Smiling Mind is a free mindfulness meditation app designed by psychologists and educators to provide mindfulness and meditation tools for everyone. It can be of particular use to parents seeking an app to help teach their children meditation skills for coping with life’s challenges.
The Youth section in Smiling Mind is designed for young people aged between 13–18 years old. Meditations are grouped by age range, with a Sleep for Teens category, and sections for Sport, Study, and Back to School. The program for kids 16–18 years old is thorough and extensive, containing everything you would want your child to know about their own emotions and mind-body connection.
Sanvello is a self-care app that lets you track your mood and achieve wellness goals through a tailored personal plan of CBT-based exercises and mindful meditations. The Sanvello library is vast, and the peer support community has millions of members, so there’s plenty of support for whatever issues you and your teen might face.
US citizens may have Sanvello Therapy included within their health insurance plans, which might also provide access to in-person coaches. Anyone can subscribe to Sanvello Premium for full access to all resources.
If you’re seeking therapy to help your teen, Talkspace is an app-based service that can help. It leads you through a series of questions and matches you with a licensed therapist who can give professional support through private messaging or live sessions.
Messaging therapy may be a good solution for your teenager, as it removes any stigma and commitment involved in sitting down face-to-face with a therapist. Talkspace complies with all legal requirements regarding parental consent for therapy. It’s available through medical insurance policies, so check the Talkspace website for full details.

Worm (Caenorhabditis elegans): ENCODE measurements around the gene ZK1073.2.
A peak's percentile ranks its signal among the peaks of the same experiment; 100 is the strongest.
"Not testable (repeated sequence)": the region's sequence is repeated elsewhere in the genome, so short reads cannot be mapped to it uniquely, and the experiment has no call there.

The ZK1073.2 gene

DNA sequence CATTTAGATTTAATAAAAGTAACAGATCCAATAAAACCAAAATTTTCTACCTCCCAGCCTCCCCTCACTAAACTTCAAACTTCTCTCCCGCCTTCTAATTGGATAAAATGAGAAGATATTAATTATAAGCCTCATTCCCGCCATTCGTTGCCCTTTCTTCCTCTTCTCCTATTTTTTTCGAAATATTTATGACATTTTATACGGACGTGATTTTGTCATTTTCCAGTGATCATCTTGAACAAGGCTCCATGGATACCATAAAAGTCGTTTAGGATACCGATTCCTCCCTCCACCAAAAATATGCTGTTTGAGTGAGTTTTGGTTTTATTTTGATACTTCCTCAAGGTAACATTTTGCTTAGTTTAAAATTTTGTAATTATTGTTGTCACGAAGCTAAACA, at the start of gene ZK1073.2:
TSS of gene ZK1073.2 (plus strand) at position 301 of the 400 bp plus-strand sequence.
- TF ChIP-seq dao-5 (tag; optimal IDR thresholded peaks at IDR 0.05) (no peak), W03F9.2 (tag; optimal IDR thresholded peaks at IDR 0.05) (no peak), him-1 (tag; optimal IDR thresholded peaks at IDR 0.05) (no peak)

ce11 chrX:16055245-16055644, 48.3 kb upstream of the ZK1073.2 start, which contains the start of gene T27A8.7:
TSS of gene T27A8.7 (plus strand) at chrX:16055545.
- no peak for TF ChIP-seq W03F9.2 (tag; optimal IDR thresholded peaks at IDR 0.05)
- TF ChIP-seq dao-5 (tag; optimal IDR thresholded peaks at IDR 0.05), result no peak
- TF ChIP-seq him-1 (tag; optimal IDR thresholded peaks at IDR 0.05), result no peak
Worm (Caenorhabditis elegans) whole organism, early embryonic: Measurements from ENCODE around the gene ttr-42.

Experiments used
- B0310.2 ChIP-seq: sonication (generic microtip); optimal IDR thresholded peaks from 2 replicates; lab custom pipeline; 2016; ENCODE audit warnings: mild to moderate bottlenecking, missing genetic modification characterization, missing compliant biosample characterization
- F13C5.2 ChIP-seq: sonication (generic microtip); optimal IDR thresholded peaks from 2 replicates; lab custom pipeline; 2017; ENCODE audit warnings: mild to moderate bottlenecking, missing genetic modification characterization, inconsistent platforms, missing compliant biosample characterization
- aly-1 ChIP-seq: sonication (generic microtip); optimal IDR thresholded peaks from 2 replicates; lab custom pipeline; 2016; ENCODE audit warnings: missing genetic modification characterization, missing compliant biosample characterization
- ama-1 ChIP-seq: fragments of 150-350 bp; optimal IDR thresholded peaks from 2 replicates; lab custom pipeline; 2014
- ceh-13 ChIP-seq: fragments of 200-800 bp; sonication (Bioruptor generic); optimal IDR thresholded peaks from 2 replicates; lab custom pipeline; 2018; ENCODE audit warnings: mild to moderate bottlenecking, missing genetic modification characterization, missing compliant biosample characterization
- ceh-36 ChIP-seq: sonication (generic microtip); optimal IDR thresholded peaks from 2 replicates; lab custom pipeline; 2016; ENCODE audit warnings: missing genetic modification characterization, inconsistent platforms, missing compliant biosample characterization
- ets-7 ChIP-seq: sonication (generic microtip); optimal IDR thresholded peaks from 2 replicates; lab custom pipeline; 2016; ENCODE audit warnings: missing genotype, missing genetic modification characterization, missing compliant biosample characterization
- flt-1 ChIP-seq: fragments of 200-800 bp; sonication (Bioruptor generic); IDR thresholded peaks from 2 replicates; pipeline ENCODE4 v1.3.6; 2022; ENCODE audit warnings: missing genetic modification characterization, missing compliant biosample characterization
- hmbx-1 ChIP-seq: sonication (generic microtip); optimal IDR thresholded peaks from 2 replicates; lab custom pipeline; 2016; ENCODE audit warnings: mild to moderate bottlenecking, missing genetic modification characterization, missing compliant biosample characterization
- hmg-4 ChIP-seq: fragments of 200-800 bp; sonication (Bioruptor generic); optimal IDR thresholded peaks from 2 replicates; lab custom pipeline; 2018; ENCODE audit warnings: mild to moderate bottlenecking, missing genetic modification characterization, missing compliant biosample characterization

9. Teen Counseling
Teen Counseling is part of BetterHelp, the world’s largest therapy service. It provides teens with access to professional therapy via text, phone, and video conferencing services. The counselors can help your child to deal with issues like anxiety, stress, and low self-esteem. They are also trained to deal with bullying, eating disorders, and relationship problems.
Teen Counseling is not available through health insurance or Medicare, but check the Teen Counseling website for the latest information about costs and availability.
Youper uses CBT techniques to help teens or anyone uncomfortable with attending traditional therapy sessions along a self-guided therapy journey. Through Youper, you can learn to analyze thoughts and spot negative spirals, then find better ways of thinking. It’s also a mood and symptom tracker and offers a thought diary and goal-setting function.
Youper has over three million users and boasts a host of awards and five-star reviews. A study published in the Journal of Medical Internet Research found Youper to be an effective mobile application for treating symptoms of anxiety and depression.
11. Calm Harm
Calm Harm is an award-winning app that has helped over two million users to learn a “safety net” of helpful thoughts and behaviors that can help them resist the urge to self-harm. Users can choose activities from categories including Comfort, Distract, and Express Yourself and learn breathing techniques to help them be more mindful.
This award-winning tool, developed by clinical psychologists for the teenage mental health charity stem4, offers a free, anonymous, and safe source of support for users aged 13 and over.
Tech Provides Effective Mental Health Support for Teenagers and Young Adults
All of these apps have helped numerous people of all age groups access mental health support and build a more resilient mindset for life’s challenges. If your child is struggling to open up and talk, a resource they can access via their phone or tablet might be a perfect solution.
It is important to note that for urgent help or intervention, you should seek assistance from the medical and support services available in your country. Consult the HelpGuide directory for local information.